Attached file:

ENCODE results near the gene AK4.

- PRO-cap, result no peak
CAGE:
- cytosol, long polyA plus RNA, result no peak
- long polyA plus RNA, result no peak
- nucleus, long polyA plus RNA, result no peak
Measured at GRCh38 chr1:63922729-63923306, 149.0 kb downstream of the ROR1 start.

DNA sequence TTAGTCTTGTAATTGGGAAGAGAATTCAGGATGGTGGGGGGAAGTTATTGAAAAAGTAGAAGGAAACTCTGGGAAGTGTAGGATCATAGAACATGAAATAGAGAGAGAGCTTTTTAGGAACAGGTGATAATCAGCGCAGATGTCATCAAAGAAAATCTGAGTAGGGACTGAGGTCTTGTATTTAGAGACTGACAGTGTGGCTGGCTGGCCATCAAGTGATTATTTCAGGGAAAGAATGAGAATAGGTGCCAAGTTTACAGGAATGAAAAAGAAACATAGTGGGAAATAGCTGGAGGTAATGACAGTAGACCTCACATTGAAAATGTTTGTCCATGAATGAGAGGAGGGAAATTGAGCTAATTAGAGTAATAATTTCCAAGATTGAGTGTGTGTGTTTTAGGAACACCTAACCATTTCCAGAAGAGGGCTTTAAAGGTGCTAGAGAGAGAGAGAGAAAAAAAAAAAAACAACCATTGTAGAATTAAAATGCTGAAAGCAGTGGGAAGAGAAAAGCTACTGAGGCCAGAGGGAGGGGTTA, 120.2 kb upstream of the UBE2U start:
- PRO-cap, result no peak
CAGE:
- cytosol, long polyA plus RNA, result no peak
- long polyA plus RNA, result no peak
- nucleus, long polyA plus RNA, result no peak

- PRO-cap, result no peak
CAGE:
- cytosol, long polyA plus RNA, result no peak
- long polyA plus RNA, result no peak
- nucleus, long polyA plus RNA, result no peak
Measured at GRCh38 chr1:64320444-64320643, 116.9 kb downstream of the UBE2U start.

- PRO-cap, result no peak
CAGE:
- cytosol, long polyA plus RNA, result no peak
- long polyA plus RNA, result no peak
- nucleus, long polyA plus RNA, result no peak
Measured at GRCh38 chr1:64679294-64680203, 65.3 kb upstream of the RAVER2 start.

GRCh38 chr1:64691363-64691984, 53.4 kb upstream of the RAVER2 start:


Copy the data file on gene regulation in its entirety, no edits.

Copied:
ENCODE results near the gene AK4.

- PRO-cap, result no peak
CAGE:
- cytosol, long polyA plus RNA, result no peak
- long polyA plus RNA, result no peak
- nucleus, long polyA plus RNA, result no peak
Measured at GRCh38 chr1:63922729-63923306, 149.0 kb downstream of the ROR1 start.

DNA sequence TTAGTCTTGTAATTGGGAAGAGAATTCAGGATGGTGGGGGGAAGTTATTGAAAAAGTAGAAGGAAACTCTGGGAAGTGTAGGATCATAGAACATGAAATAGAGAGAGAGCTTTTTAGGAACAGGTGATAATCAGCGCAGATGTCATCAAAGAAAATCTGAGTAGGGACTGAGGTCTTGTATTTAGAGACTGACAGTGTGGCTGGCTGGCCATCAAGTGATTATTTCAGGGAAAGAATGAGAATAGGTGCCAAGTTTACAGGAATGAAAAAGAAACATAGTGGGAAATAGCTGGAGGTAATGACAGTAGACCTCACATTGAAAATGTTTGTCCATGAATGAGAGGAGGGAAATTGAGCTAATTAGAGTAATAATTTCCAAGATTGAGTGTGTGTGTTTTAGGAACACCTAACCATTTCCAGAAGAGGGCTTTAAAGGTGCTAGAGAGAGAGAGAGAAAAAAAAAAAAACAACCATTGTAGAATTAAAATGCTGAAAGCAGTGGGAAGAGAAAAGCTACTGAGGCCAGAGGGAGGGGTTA, 120.2 kb upstream of the UBE2U start:
- PRO-cap, result no peak
CAGE:
- cytosol, long polyA plus RNA, result no peak
- long polyA plus RNA, result no peak
- nucleus, long polyA plus RNA, result no peak

- PRO-cap, result no peak
CAGE:
- cytosol, long polyA plus RNA, result no peak
- long polyA plus RNA, result no peak
- nucleus, long polyA plus RNA, result no peak
Measured at GRCh38 chr1:64320444-64320643, 116.9 kb downstream of the UBE2U start.

- PRO-cap, result no peak
CAGE:
- cytosol, long polyA plus RNA, result no peak
- long polyA plus RNA, result no peak
- nucleus, long polyA plus RNA, result no peak
Measured at GRCh38 chr1:64679294-64680203, 65.3 kb upstream of the RAVER2 start.

GRCh38 chr1:64691363-64691984, 53.4 kb upstream of the RAVER2 start: